Saudi Artists Find Diplomatic Immunity at French Embassy
Saturday, November 29, 2008
RIYADH, Saudi Arabia -- Saudis and foreigners crowded into a gallery at the French Embassy to view paintings and sculptures by seven Saudi women artists, the latest opening in a growing art scene in the conservative kingdom.
One artist took advantage of the venue to hang an abstract painting of a woman, with one breast depicted -- a hint of nudity still taboo outside the diplomatic confines of the embassy, where Saudi Arabia's religious police cannot enter.
This week's showing in a small hall was packed with expatriates -- and, more significant, Saudis, whose presence was a reflection of the surge of interest in the arts in the kingdom in the past few years. Local art shows have been on the rise, more Saudi artists are participating in overseas exhibits, and more universities and schools are offering arts degrees. And the first nongovernmental arts society was established a year ago, with four women on its 10-member board.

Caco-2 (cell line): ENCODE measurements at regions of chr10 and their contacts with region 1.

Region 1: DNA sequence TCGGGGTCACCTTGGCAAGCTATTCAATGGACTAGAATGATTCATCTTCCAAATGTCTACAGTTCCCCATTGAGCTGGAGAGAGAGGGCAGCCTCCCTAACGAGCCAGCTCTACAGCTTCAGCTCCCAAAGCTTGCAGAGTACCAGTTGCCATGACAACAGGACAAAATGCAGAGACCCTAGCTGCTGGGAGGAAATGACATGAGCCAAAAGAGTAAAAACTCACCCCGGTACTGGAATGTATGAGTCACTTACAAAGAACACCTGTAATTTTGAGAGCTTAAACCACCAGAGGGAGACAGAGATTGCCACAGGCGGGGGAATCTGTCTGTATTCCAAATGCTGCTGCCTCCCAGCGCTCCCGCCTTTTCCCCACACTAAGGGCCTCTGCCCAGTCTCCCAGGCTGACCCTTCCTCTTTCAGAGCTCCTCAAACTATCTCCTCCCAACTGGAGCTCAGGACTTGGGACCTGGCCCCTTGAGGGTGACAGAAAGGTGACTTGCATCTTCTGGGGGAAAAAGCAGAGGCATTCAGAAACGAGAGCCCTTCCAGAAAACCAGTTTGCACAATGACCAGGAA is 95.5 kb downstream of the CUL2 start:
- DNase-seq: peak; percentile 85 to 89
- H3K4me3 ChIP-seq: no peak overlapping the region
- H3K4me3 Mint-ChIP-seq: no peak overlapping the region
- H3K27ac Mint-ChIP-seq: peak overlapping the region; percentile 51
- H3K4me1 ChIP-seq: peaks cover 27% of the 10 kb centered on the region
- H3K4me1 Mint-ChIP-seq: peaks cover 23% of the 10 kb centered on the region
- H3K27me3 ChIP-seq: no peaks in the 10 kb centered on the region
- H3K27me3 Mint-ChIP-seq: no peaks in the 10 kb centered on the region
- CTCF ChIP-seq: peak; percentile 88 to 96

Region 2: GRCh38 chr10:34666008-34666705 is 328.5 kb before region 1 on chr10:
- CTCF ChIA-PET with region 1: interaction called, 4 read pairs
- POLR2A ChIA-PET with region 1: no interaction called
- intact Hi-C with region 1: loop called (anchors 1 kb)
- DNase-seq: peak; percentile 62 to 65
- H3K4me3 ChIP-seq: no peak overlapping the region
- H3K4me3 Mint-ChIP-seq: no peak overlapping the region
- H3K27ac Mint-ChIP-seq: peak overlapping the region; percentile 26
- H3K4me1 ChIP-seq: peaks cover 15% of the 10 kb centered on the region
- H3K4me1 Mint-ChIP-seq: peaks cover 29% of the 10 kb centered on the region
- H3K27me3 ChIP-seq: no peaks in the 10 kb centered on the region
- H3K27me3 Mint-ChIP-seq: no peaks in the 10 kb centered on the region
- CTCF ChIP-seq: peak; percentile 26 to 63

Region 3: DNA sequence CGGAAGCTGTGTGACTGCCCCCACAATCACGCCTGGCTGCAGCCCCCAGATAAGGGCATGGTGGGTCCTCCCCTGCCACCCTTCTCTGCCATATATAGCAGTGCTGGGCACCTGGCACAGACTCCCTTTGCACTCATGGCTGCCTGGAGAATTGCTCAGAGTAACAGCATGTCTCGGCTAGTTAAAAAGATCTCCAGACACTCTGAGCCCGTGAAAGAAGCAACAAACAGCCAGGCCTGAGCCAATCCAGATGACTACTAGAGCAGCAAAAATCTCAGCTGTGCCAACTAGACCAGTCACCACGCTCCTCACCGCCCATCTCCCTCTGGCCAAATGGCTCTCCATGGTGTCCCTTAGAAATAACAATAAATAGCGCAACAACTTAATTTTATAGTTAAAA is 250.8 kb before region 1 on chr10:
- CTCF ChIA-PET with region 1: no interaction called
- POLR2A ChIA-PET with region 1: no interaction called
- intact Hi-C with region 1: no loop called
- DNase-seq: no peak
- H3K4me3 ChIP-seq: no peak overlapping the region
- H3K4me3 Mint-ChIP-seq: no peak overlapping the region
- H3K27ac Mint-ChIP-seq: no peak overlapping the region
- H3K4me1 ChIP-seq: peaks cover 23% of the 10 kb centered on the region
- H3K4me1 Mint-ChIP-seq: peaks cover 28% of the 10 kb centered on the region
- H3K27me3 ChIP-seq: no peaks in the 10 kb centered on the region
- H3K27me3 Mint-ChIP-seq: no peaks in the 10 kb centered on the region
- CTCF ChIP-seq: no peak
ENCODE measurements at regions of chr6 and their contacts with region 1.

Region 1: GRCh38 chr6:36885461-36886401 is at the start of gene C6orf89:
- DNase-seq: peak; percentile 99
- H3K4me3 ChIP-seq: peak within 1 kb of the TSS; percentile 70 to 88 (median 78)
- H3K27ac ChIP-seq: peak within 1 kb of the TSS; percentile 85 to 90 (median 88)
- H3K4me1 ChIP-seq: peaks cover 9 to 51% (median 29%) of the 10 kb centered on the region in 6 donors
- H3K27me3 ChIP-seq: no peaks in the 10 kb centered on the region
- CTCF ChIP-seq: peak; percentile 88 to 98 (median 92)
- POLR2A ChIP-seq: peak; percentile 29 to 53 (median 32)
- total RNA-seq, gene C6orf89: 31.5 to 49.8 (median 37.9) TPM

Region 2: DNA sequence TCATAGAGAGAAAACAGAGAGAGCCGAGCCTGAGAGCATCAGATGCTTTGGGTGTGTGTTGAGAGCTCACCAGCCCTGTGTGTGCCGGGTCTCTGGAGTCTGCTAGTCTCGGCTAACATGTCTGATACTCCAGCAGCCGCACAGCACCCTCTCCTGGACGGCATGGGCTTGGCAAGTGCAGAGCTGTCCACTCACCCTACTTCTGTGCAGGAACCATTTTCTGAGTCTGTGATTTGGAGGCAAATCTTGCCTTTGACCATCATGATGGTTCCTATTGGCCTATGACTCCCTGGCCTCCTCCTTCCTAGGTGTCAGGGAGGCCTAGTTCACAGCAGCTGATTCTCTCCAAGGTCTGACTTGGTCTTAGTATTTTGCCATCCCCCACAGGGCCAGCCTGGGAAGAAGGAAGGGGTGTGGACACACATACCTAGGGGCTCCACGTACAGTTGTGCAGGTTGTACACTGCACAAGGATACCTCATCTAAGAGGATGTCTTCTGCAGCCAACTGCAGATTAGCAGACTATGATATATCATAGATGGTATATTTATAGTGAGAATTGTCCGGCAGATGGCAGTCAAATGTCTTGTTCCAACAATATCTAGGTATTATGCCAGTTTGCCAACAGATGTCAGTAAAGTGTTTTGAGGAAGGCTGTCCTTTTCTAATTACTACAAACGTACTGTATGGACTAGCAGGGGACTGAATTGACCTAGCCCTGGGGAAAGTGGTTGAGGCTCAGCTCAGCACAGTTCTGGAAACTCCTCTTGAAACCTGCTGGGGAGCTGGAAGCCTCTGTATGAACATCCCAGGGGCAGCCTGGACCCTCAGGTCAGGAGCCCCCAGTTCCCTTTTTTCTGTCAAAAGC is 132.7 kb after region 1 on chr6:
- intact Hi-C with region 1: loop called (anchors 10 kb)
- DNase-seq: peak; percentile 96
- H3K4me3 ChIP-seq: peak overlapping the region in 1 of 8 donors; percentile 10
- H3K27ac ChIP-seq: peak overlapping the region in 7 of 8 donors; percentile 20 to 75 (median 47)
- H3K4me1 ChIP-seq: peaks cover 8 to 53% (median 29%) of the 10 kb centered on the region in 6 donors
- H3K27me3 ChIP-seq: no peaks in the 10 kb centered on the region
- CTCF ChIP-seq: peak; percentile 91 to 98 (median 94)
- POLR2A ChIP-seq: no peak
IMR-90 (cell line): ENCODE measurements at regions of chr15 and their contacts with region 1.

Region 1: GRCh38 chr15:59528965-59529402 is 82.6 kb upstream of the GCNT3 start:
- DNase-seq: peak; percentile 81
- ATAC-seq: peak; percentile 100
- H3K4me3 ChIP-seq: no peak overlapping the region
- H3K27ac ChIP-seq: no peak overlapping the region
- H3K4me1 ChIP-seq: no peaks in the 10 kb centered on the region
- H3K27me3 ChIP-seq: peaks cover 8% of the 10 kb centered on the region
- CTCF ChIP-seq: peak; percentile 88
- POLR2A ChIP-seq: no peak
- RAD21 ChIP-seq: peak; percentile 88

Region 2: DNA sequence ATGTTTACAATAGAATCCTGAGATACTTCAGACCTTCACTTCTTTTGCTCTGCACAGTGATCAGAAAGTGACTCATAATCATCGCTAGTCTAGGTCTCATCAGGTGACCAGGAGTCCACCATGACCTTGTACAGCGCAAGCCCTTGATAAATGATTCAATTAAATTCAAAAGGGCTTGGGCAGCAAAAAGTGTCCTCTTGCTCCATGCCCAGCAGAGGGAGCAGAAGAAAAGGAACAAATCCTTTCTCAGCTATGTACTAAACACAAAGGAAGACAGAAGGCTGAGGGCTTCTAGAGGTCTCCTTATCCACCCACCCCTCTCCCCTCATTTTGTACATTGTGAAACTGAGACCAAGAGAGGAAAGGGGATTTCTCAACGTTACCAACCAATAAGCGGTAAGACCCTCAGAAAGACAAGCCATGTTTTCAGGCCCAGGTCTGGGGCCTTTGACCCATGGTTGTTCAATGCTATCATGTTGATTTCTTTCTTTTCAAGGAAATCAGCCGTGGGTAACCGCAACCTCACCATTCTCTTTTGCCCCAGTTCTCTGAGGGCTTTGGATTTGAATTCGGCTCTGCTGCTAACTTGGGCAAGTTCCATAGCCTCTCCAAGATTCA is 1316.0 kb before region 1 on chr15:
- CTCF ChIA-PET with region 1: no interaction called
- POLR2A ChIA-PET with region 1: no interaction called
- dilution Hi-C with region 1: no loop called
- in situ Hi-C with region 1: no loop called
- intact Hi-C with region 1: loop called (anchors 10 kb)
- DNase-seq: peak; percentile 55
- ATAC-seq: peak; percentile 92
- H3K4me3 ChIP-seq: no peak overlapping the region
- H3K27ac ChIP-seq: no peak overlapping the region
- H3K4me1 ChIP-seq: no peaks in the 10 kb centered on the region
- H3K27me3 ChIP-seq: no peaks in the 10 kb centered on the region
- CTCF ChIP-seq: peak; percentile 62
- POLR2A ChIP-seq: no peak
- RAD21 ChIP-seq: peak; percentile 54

Despite the progress, there still are limitations in this country, where men and women are strictly segregated. Artists say they keep works that depict nudity away from public shows and if they display them at all, it's only at embassies.
At the French Embassy, abstract paintings in bold yellows, reds and greens adorned the walls. On one table stood the work of artist Eman Jibreen, expressing the dichotomy between a Saudi woman's public appearance and her inner self. A series of tall boxes were painted on the exterior with images of Saudi women swathed in the mandatory black cloak. A nearby caption read:
"We may look the same to you
"A scarf and a featureless black blob.
"But it is just a cover over our heads.
"Our faces maybe.
"But it has never been a cover for our brains."